Eric Jacobson

Posts Tagged ‘Company Culture’

Seven Elements Of A Good Culture

In Company Culture, Corporate Culture, Eric Jacobson On Leadership on July 25, 2015 at 6:22 am

You’ll learn a lot about marketing from the new book, Does it Work?, by Shane Atchison and Jason Burby. Most important, you’ll discover their 10 principles for getting digital marketing right.

What also really caught my attention was the book’s discussion about the elements of good culture. Culture created from as high up in the organization as possible. A culture particularly well suited for digital.

Those seven elements are:

  1. Stay Flexible –  create a continuous learning environment with flexibility and a certain disdain for roles.
  2. Hire Learners – individuals who are curious and willing to learn on their own.
  3. Empower People to Share – cultivate an environment where people feel comfortable bringing up bold ideas and are encouraged to speak up.
  4. Encourage Thinking Outside Roles – to help you capture every perspective from all your team members.
  5. Make Sure Problems Come with Solutions – don’t just point out what’s wrong. Find solutions.
  6. Make it OK to Fail – failure promotes learning, and the faster you can fail, the better. If you don’t accept failure you make it difficult to shift gears and come up with new ideas that work.
  7. Foster a Culture of Achievement – make it easy for employees to know they’ve made a difference through proof of measurable results.

Building An Effective Company Culture

In Company Culture on March 4, 2015 at 8:26 pm

Teamwork Eric Jacobson Leadership

Fortunately, most of my career I’ve worked in effective company cultures. If I put together the best of each, here is what made those environments effective:

• Leaders led by example on a consistent basis and were willing to roll up their sleeves, particularly during tight deadlines or challenging times.

• Employees clearly understood how what they did made a difference and how their contributions made the organization either more profitable or more effective.

• The workforce included a blend of long-term employees with a rich company, product/service and customer history, employees who had been at the company for five to seven years, and then new hires with a fresh perspective and keen sense of new technologies and techniques. That blend worked best when the mix included virtually all A-players.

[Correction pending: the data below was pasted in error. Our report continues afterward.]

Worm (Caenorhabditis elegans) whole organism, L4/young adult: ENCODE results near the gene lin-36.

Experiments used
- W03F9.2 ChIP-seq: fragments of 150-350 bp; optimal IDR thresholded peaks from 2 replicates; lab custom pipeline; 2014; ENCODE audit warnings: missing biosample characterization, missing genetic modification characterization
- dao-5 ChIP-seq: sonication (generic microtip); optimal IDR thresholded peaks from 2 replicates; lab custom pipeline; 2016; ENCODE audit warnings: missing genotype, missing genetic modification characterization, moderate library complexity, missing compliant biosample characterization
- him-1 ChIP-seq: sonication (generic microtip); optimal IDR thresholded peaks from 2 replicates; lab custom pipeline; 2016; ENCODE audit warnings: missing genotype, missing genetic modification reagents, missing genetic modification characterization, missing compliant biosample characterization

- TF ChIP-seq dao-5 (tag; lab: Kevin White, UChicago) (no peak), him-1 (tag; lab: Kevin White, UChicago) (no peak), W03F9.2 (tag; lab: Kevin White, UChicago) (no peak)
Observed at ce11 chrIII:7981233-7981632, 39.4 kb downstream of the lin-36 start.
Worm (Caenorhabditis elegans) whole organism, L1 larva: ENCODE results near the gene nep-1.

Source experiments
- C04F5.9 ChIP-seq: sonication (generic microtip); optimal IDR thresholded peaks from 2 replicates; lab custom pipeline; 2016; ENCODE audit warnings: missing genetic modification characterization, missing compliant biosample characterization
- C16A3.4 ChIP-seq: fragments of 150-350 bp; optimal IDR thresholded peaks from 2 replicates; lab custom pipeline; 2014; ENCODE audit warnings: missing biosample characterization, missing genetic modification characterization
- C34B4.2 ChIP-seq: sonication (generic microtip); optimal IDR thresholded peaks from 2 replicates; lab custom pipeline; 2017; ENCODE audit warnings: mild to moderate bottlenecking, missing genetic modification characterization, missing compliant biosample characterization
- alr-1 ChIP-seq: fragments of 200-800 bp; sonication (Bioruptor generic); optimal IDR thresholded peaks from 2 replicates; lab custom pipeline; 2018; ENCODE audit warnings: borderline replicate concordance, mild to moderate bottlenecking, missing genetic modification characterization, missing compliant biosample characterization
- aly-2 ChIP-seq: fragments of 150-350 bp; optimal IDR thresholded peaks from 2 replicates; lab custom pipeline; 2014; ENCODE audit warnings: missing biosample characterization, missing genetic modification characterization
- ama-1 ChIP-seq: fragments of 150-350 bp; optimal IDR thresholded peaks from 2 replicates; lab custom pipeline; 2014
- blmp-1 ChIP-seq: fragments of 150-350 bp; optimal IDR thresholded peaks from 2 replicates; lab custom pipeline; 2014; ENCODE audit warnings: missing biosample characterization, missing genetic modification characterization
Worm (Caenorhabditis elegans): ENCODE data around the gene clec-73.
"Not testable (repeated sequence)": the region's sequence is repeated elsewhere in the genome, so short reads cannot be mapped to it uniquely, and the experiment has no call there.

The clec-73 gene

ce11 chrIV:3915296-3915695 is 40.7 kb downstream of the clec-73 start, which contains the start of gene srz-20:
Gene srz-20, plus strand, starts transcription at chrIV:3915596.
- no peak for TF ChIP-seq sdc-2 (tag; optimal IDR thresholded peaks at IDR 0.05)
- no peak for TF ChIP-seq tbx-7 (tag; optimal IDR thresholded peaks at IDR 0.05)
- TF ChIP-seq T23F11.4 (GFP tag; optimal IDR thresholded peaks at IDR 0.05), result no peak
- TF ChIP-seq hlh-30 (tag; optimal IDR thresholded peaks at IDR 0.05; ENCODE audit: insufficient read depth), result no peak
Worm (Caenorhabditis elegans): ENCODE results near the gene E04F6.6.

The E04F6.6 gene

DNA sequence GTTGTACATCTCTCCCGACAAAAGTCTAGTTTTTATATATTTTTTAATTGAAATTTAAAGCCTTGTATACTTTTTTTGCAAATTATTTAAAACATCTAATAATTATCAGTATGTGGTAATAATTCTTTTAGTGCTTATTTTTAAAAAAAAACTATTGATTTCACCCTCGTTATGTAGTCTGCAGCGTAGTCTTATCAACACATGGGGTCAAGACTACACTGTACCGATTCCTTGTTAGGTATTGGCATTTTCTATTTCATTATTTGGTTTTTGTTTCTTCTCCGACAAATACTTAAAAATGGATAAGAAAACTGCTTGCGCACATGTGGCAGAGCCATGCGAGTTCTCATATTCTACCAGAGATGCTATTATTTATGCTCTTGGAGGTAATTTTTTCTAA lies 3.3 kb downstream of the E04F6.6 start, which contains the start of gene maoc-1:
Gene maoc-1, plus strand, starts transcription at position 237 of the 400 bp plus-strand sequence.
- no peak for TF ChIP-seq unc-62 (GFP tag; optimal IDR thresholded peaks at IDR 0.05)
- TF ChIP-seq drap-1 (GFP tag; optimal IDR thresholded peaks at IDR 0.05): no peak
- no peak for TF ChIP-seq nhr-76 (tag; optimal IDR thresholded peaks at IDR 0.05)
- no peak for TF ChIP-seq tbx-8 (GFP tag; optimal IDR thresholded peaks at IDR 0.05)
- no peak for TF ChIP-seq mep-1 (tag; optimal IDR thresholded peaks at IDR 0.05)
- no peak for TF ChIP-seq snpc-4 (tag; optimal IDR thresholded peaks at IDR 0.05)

• Top managers had a clear, realistic and strategic vision for how the company would grow and compete in the marketplace.

• Employees were challenged and rewarded through growth opportunities, education and training and pay increases.

• Leaders provided opportunities for the company and its employees to give back to the community. Sometimes it was through company organized volunteer projects. Other times it was by encouraging (and rewarding) employees to volunteer on their own.

• A group of employees served on an activities committee with as little top management influence as possible, to plan at least monthly team-building, networking, education and charitable activities. This grass-roots approach helped ensure that the culture was shaped and influenced by employees and not only by top management. In this way, employees owned the culture as much as the management did.

Three Keys To Great Customer Service

In Company Culture, Customer Service, Employee Engagement, Employee Satisfaction, General Leadership Skills, Leadership, Leadership Skills, Management, Motivating Employees, Team Building on February 9, 2011 at 8:00 am

United‘s Vice President for HR-Employee Relations, Donna Towle, says that if co-workers relate to one another within a company culture that fosters:

  • Trust
  • Pride
  • Camaraderie

…then great customer service falls into place.

Equally important for United is listening to its frontline employees.  Towle, in an interview featured in the airline’s in-flight magazine, says there can’t be a disconnect between management and the frontlines.

To ensure two-communication is taking place, United:

  • Dispatches teams to act as impartial liaisons between leadership and frontline co-workers to ensure that employees have someone in management they can speak to who is neutral and unbiased.

Towle also works with United’s leadership team to help ensure that:

  • Management delivers on promises
  • Shows appreciation for good work and for extra effort
  • Seeks and responds to suggestions and ideas
  • Shows interest in employees as human beings
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